Your 25-Hour Day

Here's your nightly math! Just 5 quick minutes of number fun for kids and parents at home. Read a cool fun fact, followed by math riddles at different levels so everyone can jump in. Your kids will love you for it.

Your 25-Hour Day

November 4, 2017

Tonight we end “daylight savings,” and turn the hands of our clocks back 1 hour. Why? In a way, we’re making the sun get up earlier for us, since it’s rising later each day. Wherever the sun is at 7 am, we’re now calling that 6:00 instead, so we can wake up in sunshine. Then in the spring, when the sun starts rising TOO early, we’ll turn our clock hands forward, so we can sleep longer in the dark and play later at night. Daylight Savings used to end in October. But thanks to this extra month each Fall, people spend $200 million more on golf games, $100 million more on grilling supplies, and millions more on Halloween candy, since we get to trick-or-treat later! Best of all, since you’ll repeat 1 hour of tonight, you’ll live a 25-hour day — and get an extra hour of sleep.

Wee ones: Which sunset time is earlier, 7:00 pm or 8:00 pm?

Little kids: If right now the clock says 5 pm, what time will it say exactly 24 hours from now after the clocks fall back tonight?  Bonus: If people grill twice a week if it’s still sunny at dinnertime, how many more nights do they get to grill over 4 extra weeks of Daylight Savings?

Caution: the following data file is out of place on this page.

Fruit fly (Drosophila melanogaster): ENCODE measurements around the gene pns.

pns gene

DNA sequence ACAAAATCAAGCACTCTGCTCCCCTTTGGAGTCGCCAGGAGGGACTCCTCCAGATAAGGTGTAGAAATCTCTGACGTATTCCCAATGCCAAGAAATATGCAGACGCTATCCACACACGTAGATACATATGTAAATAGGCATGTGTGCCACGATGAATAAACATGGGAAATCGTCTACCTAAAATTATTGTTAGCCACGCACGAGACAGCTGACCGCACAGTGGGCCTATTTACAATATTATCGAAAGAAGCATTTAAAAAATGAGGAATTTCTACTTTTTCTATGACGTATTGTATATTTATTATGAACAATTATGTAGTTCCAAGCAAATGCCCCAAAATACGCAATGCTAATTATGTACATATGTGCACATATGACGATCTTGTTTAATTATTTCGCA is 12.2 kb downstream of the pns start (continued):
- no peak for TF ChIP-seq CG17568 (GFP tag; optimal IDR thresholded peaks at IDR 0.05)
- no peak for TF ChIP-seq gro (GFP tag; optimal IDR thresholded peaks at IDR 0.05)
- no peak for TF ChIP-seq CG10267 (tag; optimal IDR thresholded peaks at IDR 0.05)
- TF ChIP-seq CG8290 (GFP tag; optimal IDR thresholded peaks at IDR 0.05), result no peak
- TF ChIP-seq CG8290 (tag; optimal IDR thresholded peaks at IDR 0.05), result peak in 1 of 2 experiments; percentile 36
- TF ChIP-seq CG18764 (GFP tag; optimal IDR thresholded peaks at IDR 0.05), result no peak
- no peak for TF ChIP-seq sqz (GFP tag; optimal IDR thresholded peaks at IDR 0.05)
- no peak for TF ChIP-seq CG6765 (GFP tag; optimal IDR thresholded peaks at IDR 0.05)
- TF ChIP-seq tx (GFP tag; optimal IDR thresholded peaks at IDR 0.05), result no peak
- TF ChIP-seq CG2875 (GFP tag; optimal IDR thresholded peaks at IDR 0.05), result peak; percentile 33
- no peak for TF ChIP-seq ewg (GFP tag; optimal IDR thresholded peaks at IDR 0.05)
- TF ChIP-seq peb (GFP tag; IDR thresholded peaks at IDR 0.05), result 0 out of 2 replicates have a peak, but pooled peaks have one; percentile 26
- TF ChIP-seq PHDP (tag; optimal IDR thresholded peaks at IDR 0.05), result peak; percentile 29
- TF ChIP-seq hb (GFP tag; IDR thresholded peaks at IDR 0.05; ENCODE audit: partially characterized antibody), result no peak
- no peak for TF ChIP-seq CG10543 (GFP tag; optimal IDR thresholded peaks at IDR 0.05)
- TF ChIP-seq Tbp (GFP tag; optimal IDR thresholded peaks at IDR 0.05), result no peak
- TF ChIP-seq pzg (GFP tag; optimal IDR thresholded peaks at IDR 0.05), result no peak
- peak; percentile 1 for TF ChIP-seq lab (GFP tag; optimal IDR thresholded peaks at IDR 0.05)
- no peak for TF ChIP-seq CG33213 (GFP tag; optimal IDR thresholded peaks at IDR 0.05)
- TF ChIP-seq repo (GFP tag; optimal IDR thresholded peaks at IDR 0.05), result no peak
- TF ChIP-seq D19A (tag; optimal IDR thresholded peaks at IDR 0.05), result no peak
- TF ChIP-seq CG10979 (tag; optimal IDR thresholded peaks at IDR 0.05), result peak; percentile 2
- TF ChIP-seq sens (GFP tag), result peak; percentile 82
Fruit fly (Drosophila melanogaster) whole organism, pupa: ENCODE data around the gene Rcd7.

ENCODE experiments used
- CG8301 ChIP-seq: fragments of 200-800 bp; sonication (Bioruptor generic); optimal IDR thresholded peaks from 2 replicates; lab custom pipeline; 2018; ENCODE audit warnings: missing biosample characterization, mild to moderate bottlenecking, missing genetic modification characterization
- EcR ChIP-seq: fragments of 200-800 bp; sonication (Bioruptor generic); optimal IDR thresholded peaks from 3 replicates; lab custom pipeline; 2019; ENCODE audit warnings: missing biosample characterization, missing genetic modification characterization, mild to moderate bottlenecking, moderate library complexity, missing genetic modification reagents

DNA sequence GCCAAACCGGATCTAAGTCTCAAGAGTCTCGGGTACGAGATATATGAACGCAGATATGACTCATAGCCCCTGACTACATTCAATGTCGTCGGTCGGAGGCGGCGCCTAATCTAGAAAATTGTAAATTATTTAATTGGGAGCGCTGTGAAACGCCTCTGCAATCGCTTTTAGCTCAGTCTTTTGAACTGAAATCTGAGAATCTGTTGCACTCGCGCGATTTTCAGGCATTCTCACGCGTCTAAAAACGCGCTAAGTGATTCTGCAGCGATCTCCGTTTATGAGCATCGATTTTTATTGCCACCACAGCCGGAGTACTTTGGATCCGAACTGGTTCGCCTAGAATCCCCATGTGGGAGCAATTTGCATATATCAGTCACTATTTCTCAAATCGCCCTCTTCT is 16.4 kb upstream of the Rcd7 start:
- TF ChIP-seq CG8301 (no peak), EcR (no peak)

Big kids: When the clocks “fall back” we get an extra hour of sleep. If the clock says 8 pm when you go to bed and 6 am when you wake up, but the clocks fell back 1 hour at 2 am, how long did you sleep, and why?  Bonus: If on Halloween you started trick-or-treating at 4:30 until the sun set at 6:20, how long did you get to trick-or-treat in daylight?

 

 


Answers:

Wee ones: 7:00 pm.

Little kids: 4 pm.  Bonus: 8 more times.

Big kids: You slept 11 hours, not 10, because the 8 pm was really 7 pm on “real” time.  Bonus: 1 hour 50 minutes.

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About the Author

Laura Overdeck

Laura Overdeck

Laura Bilodeau Overdeck is founder and president of Bedtime Math Foundation. Her goal is to make math as playful for kids as it was for her when she was a child. Her mom had Laura baking while still in diapers, and her dad had her using power tools at a very unsafe age, measuring lengths, widths and angles in the process. Armed with this early love of numbers, Laura went on to get a BA in astrophysics from Princeton University, and an MBA from the Wharton School of Business; she continues to star-gaze today. Laura’s other interests include her three lively children, chocolate, extreme vehicles, and Lego Mindstorms.

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